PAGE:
If you don't already have your weekend planned, make room for Love.
Love Season 2 premieres on Netflix this weekend and continues the unsettling look into modern day relationships.
Paul Rust and Gillian Jacobs star as Gus Cruikshank and Mickey Jacobs, a couple who fell into each other's lives on during the first season and inexplicably fall in love.
Rust and Jacobs are so natural in their roles it's easy to forget they're actors playing parts, and that's a huge compliment. Love Season 2 continues to bring us further into their world and we feel closer to Mickey and Gus as a result.
As we settle into the second season, Gus still seems sweet, kind and eager to please Mickey. He might be a little bit much of all of those things and in combinations that don't settle well with what Mickey needs.
At the end of Love Season 1, Mickey finally came clean with Gus with the news she's not only an alcoholic, but a sex and love addict, and freeing herself from temptation is high on her list.
That's not the best place to pick up with a new relationship, but how the pair moves forward despite their difference and learns to maneuver within the boundaries they set for themselves and their desires for their new affair is what makes up most Season 2.
Real life is messy, and once I got past the first two episodes of Love way back in Season 1, I realized Love is one of the most honest portrayals of love in the 21st century.
Love is essential viewing for anyone navigating the relationship waters in 2017.
The dating game has been changed for a while now, but not many have been willing to portray it as vividly as Love.
Created by Paul Rust, his wife Lesley Arfin and Judd Apatow, Love offers hope to anyone who can't understand why they're just hanging out with a new friend and not "seriously dating."
It offers hope to anyone who is in love and who hopes to someday be in love because Gus and Mickey are flawed human beings, surrounded by more flawed people.
Much like Girls, it's a series about real people living real situations, but Love is a little more down to earth. Gus and Mickey don't know all of the big words or often have grand moments of profound knowledge that makes the audience sit back and take note
Instead, they're struggling to keep it together, retain their jobs, look cool, stay straight, and keep their partner engaged.
Gus worries that things could come crashing down at any moment with Mickey. He gets a little too into her sobriety and it begins stifling Mickey.
Mickey's trying to tow the line and feeling even the slightest tug of extra pressure from Gus starts pushing her away, the very thing Gus is hoping to avoid with his involvement in her sobriety.
Suffice it to say, Gus and Mickey's attempts at "dating" aren't any easier in Season 2, but they are a lot sweeter overall.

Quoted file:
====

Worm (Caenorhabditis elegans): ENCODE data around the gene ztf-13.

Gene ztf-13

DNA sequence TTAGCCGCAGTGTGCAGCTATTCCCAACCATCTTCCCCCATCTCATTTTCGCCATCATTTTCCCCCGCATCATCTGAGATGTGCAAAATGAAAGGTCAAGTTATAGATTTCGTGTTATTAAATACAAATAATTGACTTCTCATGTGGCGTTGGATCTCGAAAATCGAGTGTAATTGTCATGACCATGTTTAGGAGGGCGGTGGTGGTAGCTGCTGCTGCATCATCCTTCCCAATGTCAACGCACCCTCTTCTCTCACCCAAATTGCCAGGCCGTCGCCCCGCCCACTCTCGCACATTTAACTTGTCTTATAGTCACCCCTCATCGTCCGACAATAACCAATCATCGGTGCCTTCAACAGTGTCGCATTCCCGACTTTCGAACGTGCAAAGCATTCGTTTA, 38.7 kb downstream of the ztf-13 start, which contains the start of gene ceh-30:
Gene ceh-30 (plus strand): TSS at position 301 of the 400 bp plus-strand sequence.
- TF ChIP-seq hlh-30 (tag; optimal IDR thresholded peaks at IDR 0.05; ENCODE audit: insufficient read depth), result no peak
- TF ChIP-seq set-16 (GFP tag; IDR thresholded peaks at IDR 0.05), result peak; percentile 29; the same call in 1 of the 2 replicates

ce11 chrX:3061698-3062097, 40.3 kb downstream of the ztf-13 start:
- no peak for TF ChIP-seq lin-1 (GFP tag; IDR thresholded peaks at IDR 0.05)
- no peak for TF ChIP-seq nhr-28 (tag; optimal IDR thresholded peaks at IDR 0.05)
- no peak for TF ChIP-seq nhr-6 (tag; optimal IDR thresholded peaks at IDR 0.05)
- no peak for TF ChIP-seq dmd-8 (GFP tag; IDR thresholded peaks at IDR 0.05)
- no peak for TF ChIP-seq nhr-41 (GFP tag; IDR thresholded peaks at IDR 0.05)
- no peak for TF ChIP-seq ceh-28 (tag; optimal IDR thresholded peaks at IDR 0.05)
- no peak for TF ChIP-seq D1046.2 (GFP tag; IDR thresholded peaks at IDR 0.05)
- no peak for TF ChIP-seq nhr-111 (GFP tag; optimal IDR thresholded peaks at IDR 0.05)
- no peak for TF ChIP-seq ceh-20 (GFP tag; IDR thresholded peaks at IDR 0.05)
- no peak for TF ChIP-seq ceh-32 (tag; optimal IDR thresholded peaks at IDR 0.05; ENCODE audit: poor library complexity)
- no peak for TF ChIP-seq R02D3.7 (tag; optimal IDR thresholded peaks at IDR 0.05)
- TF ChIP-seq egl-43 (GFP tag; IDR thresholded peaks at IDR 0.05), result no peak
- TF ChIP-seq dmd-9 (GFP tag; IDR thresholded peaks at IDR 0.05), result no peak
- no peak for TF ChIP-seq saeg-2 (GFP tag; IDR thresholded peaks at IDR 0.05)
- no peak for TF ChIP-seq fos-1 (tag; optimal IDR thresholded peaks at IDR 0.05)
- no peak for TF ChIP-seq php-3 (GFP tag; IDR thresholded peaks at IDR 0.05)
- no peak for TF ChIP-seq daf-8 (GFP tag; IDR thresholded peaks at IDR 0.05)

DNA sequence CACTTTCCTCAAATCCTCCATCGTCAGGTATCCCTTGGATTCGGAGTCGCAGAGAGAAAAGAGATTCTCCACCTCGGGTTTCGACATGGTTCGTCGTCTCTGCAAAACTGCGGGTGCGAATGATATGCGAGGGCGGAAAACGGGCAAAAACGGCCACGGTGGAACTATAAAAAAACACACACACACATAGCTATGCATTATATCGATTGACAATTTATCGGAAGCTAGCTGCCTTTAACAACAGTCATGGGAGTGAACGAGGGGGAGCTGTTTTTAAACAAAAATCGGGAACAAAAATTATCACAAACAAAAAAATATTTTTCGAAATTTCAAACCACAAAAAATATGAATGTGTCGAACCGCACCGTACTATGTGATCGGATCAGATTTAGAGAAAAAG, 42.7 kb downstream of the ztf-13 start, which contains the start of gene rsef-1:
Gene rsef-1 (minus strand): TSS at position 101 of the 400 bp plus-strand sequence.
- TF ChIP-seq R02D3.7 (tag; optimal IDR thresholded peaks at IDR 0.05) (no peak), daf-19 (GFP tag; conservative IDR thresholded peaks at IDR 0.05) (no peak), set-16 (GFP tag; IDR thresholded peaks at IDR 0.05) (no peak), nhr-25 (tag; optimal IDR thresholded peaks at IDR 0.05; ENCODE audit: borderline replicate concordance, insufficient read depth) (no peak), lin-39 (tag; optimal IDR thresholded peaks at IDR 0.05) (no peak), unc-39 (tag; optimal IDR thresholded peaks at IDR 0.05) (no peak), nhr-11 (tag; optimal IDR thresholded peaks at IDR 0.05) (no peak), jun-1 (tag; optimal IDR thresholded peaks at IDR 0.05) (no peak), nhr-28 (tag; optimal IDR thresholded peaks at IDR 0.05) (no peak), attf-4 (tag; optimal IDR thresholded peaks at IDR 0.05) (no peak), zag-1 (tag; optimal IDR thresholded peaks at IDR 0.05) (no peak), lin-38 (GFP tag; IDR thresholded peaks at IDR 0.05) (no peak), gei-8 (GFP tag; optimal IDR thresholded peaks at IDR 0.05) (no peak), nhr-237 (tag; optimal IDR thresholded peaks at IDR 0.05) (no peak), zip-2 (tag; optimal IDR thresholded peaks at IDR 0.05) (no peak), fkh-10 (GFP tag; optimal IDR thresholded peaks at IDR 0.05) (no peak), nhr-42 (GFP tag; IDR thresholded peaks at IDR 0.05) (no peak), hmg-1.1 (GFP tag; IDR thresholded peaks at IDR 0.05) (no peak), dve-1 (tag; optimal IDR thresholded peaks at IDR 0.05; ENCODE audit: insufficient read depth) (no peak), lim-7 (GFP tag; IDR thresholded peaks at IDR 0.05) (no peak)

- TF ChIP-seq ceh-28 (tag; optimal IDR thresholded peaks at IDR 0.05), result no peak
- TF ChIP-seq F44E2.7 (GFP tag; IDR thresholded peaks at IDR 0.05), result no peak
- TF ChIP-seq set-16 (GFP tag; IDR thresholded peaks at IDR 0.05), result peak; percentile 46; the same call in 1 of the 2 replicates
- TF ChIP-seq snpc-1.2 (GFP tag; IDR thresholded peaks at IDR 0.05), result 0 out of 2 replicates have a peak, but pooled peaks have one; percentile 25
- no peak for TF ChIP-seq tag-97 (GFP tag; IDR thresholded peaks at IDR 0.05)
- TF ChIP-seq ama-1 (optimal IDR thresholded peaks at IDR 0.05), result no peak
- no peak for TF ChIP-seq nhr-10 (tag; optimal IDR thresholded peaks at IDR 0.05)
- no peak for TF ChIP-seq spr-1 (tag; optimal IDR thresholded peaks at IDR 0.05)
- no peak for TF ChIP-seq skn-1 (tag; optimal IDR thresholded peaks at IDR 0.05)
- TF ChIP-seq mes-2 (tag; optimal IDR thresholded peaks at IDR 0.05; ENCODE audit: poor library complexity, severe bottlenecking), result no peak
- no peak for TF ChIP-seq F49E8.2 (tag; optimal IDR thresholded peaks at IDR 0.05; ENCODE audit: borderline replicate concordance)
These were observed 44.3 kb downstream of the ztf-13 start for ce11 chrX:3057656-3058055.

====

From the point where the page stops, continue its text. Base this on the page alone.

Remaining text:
There are new obstacles, as Mickey dedicates herself fully to SLAA and both face new challenges in their careers.
Mickey's roommate Bertie (Claudia O'Doherty) begins dating Gus' friend Randy (Mike Mitchell) and they provide an interesting dynamic for Mickey and Gus to play into.
What's most amazing about the series is how much of ourselves you can find in these characters who may be nothing at all like us in reality. Love is created of ordinary moments in the lives of all of these characters that add up to the life of the series, much like our lives.
There isn't a great buildup to a singular AHA moment that awakens in any one of them, but the mounting pressure of many that leads them to act and make their decisions, right or wrong.
As a viewer, it can be frustrating, because not only are we used to entertainment moving at a more brisk pace than real life, but going against the familiar formula is somehow more disconcerting because it does so much resemble our everyday lives.
The panic we'd feel watching unwanted text messages appear on our phones when in the company of another person is just as palpable when Mickey is receiving the messages when she's with Gus as it would be if we were in our own home.
That's the magic of Love, though. It brings us to the forefront and shows we're all just as thrilling and engaging as the best shows on television. It's just a matter of perspective.
If there is hope for Mickey and Gus, there is hope for us.
Carissa Pavlica is the managing editor and a staff writer and critic for TV Fanatic. She's a member of the Critic's Choice Association, enjoys mentoring writers, conversing with cats, and passionately discussing the nuances of television and film with anyone who will listen. Follow her on Twitter and email her here at TV Fanatic.